Toscane by Van
This was a little springtime trip in 2019. Through a random combination of events, I could combine a job of driving a special 4×4 van to Edelweiss’ HQ in Tirol. Edelweiss found this rare van in Belgium, close to where I live, and I helped arrange the sale and transport for their new world-travelling support vehicle.
That meant me and Jolien drove the whole way to Tirol in separate vehicles. I had to drive the newer, red one for insurance reasons, and it made me realize all the quiet, smooth technology I was missing out in a 10 years older vehicle…
It took us two days, we slept near Wilgartwiesen and did a nice morning walk to a castle ruin on a hill. Lenka went totally bonkers running up and down the (really high) stairs to the ruin at least three times. Must have been all that energy she saved from sitting in the car the entire day before. We dropped the red van off at Edelweiss HQ by noon, and took of heading South again.
We drove op the SP230 in the mountains near lake Garda, but were told by another van the road was blocked by snow. We just stopped for the night there. Our naughty dog gave us a big scare, running off after a dear that was right near the car when we got out. We started getting ready with flashlight and dogfood to try and get her back, when she turned up again, happy as ever.
From Garda we drove quite a bit towards Florence, until we got sick of driving and stopped at farm-stay camping for the rest of the day, somewhere in the real, rolling Tuscan hills.
The next day we did Firenze. What was really nice, is that we drove down to Firenze through the hills in Setttignano, passing by the hotel from my favorite tour in Italy. The photo is from back in 2016. I wouldn’t have taken my big van down this road if I had known, but that’s how the GPS sent me. Thanks for the great memories, Garmin GPS!
Firenze was quite interesting, I’d never been on foot. Jolien really liked visitng the Ponte Vecchio, but after a while the business of a city gets tiring. Going back took ages, as we had a very strict busdriver insisting we muzzle Lenka. We didn’t even have a muzzle, so had to wait another half hour for the next, less strict bus. In the evening we went to Greve in Chianti, as I had some great memories of the place, but it was extremely busy due to an antiques festival, and it rained quite a bit in the afternoon.
After Greve it was time for Siena, another classic to visit in Tuscany, and my third time there. It was a grey day, we had fun, but I didn’t take many pictures.
We ended up in Abadia a Isola for the night, an ancient abbey on the Via Francigena, a pilgrimage route slightly less famous then it’s Spanish sibling.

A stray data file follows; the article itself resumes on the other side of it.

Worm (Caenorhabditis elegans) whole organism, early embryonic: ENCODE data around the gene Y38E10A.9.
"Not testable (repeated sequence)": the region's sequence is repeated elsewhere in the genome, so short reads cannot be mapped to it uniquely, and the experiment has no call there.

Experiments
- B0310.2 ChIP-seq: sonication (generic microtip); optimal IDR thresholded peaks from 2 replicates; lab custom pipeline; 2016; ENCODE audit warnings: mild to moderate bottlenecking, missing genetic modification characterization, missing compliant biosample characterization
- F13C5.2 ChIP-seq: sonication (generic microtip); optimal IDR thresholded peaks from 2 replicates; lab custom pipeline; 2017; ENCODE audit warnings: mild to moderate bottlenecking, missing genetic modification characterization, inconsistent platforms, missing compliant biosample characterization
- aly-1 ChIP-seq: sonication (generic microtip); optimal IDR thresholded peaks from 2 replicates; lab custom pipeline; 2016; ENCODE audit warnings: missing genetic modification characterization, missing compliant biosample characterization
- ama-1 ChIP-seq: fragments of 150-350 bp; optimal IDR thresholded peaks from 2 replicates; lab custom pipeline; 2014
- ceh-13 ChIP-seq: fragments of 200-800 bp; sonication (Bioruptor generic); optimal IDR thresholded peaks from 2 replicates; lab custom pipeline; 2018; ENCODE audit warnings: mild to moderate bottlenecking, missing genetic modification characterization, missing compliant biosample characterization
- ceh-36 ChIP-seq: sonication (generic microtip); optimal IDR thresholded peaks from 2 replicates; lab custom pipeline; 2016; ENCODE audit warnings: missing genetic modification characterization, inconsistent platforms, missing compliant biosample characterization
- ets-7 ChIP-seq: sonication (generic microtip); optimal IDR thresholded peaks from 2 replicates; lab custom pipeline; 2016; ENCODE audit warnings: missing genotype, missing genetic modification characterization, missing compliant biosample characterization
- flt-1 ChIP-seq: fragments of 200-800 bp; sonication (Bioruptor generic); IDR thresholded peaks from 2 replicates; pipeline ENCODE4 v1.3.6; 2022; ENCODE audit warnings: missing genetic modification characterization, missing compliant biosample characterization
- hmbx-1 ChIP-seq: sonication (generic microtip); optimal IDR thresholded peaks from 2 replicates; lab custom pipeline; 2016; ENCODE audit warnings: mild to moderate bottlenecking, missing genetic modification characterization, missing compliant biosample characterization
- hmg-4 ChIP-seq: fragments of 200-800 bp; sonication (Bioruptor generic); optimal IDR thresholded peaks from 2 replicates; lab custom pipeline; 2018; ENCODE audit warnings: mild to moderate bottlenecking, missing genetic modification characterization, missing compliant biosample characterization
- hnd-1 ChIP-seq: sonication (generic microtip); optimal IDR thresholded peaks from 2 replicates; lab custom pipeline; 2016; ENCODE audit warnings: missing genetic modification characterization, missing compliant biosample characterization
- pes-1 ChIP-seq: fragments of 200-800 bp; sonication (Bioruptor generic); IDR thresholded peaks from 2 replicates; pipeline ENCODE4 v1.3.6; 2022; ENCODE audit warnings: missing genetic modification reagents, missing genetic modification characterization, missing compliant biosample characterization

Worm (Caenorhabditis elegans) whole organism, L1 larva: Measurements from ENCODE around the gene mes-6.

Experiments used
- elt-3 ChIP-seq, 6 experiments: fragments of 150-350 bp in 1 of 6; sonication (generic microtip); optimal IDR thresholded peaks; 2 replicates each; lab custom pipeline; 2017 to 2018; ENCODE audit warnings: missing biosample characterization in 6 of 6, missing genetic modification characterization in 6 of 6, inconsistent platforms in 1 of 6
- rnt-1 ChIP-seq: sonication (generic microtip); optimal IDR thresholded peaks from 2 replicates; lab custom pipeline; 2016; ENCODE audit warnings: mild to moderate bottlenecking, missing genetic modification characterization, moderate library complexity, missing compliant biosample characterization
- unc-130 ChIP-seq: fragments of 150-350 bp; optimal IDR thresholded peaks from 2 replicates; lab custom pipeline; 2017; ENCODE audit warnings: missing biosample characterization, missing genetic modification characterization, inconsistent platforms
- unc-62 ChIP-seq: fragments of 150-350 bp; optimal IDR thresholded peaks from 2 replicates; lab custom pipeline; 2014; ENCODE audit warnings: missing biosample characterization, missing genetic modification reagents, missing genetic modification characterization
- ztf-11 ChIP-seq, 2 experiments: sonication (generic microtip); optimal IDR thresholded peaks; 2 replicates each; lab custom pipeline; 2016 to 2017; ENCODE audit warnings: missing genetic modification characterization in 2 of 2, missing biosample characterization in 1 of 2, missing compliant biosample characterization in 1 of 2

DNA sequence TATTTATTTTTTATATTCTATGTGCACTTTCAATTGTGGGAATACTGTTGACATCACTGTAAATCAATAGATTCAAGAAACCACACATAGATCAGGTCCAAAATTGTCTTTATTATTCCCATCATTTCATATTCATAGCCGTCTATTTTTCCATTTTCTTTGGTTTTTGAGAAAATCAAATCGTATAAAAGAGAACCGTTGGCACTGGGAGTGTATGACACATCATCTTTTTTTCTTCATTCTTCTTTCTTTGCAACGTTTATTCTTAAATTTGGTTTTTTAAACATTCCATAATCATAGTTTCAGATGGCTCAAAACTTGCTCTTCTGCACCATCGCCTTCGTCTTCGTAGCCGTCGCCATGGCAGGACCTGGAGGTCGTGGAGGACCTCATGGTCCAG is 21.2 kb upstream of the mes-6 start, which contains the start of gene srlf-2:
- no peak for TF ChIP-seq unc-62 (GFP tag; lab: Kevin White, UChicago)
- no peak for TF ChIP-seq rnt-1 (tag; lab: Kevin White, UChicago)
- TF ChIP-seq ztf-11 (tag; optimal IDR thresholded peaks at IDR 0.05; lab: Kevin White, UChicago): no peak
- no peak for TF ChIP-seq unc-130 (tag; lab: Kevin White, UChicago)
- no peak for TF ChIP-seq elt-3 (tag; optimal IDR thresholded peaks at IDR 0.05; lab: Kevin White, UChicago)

Isola is close to Monteriggioni, a nice little hilltop fortress village that we hiked to. It was a really nice varied walk, between fields, in ancient paths in the forest, and with icecream in Monteriggioni.
From Tuscany we started going North again, ending up in another great little farmstay called Agricampeggio Yuptala, run by a young italian guy. We were the only ones there so early in the year. Definitely one of my favorite campings.
After all the classic Tuscan sights I didn’t take many pictures as we drove for ages on tiny, winding mountain roads with cloudy skies, but when we ended up by the river Serchio the skies cleared up.
After another day with small roads, we did a walk around the Pietra di Bismatova, on a very windy day.
Here’s the castle at Torrechiara, where we slept a the parking lot. We bought some amazing Parmeggiano cheese and sparkling red (!) wine from the gentleman sweeping. Italy really is a culinary heaven, we did a crazy shopping trip that day, to an Italian supermarket to buy all kinds of delicacies to take home.
Further on, I don’t remember the name of this place exactly anymore, but what looked like a large but inconspicuous, abandoned farm, had an impressive entryway with colorful frescos. Italy really has some special places like this, but they’re not easy to find.
We chose to do a bigger detour to Turin, after we had some disappointing abandoned locations that turned out inaccessible. This palace overlooking Turin turned out amazing. Jolien still thinks this is one of her favorite abandoned locations ever.
Those painted, flaking ceilings really were quite something. They’d done some heavy landscaping in the garden, so I’m assuming this place won’t stay abandoned for long.
We ran into some Italian photographers there that gave us some vague instructions for other good spots nearby. We drove around a bit but didn’t find much. Finally the tiny Italian roads caught up to me. When turning in front of a church on the hills outside of Turin, I miscalculated a turn, and got stuck. Even though all wheels were on the ground, that stretch wheel just spun freely and my van has no locking differential to fix that.
All we could do was call a tow truck on Sunday, in Italy (not easy!). And wait, with a nice view on Turin. The tow truck came and got us out easily. How embarrassing, and with a spicy bill on top.
After Turin we drove on towards the Aoste valley, where we had a relaxed day without any big sights. Next we stopped near Chamonix in France, to visit Anais, whom we had hung out with the year before in Slovenia. From there it was just straight home on French motorways.
The map is not very exact, but it gives a rough idea of where we went. I didn’t clean up my pins, so it has a lot of pins we never visited, but might do on another trip in the future.
What beautiful vistas. That incident with the van getting stuck looks painful, but at least you guys were able to get hold of a tow truck, and also had quite the view!
The ‘abandoned’ house is absolutely fantastic. How did you even find it? The stairwell with the vaulted ceiling, and the fireplace, are both Grade A+ haunted mansion material.
Best pictures is of course the one with Lenka on the armchair.
Hope you’re well. Take care!